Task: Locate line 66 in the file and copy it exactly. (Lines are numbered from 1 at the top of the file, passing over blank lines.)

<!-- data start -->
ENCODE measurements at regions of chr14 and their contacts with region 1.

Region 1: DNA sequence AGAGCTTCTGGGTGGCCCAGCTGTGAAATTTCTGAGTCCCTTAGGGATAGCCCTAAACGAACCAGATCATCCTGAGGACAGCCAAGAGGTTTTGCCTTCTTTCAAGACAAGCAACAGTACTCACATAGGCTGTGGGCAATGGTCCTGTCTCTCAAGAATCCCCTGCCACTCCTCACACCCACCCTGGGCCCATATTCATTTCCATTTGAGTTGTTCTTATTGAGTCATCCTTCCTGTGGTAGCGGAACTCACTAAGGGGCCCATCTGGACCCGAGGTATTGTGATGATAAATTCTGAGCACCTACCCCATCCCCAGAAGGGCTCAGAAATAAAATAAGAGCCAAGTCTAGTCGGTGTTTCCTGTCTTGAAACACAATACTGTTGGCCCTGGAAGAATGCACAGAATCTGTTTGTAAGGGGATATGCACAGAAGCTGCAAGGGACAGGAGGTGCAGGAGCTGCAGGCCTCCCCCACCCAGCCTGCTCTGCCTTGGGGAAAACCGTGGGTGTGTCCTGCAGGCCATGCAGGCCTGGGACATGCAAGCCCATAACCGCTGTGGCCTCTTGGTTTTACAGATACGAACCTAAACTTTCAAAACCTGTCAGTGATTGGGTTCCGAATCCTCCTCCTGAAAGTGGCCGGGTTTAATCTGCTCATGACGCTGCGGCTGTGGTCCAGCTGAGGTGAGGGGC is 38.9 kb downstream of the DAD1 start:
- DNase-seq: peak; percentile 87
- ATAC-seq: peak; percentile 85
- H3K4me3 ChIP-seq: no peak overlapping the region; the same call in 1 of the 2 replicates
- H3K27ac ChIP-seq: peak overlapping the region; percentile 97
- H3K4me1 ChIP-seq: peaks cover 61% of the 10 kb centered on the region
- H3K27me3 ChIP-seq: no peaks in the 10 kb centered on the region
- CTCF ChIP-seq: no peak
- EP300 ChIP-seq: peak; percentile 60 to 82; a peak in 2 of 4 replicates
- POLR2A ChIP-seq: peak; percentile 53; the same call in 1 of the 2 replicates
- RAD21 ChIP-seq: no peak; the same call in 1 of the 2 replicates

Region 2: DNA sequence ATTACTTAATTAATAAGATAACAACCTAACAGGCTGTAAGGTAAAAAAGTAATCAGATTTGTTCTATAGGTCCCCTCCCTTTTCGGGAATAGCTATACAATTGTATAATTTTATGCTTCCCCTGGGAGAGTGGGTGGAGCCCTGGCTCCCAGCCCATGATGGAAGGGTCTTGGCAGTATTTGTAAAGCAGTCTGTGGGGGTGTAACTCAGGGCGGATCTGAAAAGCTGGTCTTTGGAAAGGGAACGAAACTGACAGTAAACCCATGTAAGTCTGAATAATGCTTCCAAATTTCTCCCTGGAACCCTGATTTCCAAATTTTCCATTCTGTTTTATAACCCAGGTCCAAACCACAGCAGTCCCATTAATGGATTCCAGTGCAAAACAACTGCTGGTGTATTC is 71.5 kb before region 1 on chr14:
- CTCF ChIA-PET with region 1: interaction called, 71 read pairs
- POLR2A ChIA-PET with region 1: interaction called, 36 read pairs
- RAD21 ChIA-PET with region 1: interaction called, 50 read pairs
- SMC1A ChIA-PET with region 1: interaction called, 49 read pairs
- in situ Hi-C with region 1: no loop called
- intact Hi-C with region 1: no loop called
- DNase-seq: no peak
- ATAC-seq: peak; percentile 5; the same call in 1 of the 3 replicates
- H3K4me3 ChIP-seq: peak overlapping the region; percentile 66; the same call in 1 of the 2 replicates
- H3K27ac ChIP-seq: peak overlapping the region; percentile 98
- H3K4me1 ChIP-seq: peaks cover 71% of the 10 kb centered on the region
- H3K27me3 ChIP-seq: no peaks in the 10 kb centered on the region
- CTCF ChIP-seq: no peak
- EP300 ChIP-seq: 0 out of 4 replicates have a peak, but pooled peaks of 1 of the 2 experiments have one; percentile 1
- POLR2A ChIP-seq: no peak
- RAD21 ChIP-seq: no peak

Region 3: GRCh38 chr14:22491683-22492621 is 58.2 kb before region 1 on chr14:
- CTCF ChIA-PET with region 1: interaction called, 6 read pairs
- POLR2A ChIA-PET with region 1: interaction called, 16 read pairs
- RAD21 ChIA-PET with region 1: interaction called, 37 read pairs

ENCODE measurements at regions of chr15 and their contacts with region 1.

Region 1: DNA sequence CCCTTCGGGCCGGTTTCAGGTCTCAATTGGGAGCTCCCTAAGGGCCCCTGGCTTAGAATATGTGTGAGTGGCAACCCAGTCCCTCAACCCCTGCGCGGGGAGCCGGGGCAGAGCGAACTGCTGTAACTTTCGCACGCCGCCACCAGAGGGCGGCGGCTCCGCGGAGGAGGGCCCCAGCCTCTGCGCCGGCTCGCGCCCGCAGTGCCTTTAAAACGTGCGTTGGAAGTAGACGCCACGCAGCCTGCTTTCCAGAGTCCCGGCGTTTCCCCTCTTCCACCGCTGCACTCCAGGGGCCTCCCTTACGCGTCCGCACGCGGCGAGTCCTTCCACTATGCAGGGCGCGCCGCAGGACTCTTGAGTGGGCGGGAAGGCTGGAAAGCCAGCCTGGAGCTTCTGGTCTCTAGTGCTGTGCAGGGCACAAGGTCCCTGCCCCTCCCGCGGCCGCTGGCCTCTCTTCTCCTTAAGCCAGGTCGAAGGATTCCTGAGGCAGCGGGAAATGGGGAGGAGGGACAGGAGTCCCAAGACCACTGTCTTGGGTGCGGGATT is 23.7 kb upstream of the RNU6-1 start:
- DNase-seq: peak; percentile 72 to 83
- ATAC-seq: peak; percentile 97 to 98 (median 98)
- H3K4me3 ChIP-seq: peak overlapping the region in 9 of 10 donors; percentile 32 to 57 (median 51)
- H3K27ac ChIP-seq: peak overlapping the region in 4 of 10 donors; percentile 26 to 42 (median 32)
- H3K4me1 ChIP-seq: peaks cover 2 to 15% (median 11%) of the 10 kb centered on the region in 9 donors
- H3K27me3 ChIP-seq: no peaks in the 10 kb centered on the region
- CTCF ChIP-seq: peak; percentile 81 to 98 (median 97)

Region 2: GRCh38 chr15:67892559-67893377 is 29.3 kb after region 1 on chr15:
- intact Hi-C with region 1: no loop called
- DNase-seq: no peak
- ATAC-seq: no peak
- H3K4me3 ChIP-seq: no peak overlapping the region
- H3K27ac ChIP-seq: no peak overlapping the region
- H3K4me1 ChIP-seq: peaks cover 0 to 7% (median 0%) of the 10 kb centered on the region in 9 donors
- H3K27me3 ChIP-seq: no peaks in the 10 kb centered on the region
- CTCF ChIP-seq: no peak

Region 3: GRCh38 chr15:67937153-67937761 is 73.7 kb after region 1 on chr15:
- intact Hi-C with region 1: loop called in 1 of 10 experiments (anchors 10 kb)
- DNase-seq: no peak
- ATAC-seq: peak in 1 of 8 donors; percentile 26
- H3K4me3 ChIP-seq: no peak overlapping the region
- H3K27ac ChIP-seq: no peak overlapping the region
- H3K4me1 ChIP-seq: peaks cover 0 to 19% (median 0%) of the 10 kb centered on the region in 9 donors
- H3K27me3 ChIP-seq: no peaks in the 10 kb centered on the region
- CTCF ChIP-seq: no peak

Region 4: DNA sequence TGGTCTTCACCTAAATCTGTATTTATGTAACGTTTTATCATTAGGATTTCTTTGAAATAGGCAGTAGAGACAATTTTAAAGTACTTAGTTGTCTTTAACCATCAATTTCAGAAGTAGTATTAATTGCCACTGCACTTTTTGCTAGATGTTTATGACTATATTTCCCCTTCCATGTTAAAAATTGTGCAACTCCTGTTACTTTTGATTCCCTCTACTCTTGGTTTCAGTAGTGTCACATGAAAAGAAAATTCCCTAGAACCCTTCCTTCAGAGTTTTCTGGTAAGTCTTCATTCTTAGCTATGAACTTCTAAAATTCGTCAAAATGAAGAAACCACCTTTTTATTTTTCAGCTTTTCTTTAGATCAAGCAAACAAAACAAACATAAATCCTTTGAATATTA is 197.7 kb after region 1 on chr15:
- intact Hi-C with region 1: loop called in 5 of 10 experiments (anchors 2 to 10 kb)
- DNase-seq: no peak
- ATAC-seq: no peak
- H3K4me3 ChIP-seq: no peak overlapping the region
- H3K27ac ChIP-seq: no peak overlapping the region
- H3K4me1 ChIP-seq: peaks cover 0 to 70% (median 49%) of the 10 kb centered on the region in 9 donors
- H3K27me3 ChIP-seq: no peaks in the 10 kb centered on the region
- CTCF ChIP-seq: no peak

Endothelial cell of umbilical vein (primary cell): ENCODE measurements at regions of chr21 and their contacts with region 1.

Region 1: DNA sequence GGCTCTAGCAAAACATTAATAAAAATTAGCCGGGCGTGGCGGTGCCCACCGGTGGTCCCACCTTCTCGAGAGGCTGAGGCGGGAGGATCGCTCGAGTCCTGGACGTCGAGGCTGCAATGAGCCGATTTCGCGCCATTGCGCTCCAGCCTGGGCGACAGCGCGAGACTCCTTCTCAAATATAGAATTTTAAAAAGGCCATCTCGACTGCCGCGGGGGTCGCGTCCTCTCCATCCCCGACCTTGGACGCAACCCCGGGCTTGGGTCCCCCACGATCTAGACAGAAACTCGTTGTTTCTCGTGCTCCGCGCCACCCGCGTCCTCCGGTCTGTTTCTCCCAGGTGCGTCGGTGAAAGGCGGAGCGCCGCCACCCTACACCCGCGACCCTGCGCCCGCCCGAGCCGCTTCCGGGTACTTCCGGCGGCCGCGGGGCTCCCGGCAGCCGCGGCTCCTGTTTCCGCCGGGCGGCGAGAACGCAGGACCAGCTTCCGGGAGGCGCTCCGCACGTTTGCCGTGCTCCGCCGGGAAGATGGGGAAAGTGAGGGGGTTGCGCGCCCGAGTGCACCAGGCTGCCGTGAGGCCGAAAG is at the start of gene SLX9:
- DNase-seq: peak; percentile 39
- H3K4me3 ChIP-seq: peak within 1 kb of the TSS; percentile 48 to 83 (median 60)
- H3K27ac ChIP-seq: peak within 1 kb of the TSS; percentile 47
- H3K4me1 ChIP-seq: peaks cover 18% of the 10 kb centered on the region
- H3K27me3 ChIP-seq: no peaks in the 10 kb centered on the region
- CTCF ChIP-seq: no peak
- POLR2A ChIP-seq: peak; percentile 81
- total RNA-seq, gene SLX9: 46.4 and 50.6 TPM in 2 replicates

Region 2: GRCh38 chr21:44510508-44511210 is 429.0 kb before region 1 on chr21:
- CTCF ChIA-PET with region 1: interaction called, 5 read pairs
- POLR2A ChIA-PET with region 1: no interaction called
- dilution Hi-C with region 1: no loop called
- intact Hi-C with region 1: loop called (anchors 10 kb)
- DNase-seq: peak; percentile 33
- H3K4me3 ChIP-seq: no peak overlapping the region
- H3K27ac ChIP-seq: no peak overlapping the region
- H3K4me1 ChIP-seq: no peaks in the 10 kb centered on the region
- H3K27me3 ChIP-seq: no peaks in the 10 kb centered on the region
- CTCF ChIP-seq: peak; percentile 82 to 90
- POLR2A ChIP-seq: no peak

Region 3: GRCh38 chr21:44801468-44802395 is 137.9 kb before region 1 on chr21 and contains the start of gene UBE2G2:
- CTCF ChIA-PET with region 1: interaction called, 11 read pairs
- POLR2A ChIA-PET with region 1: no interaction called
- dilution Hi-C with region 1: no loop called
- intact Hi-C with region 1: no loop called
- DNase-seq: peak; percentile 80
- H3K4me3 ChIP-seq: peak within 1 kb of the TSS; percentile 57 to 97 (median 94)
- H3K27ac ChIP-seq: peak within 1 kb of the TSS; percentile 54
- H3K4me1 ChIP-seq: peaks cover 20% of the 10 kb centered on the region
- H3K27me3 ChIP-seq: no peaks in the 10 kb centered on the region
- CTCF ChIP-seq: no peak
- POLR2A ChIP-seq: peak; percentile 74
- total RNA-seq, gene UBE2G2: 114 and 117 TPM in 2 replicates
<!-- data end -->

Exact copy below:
- H3K27ac ChIP-seq: no peak overlapping the region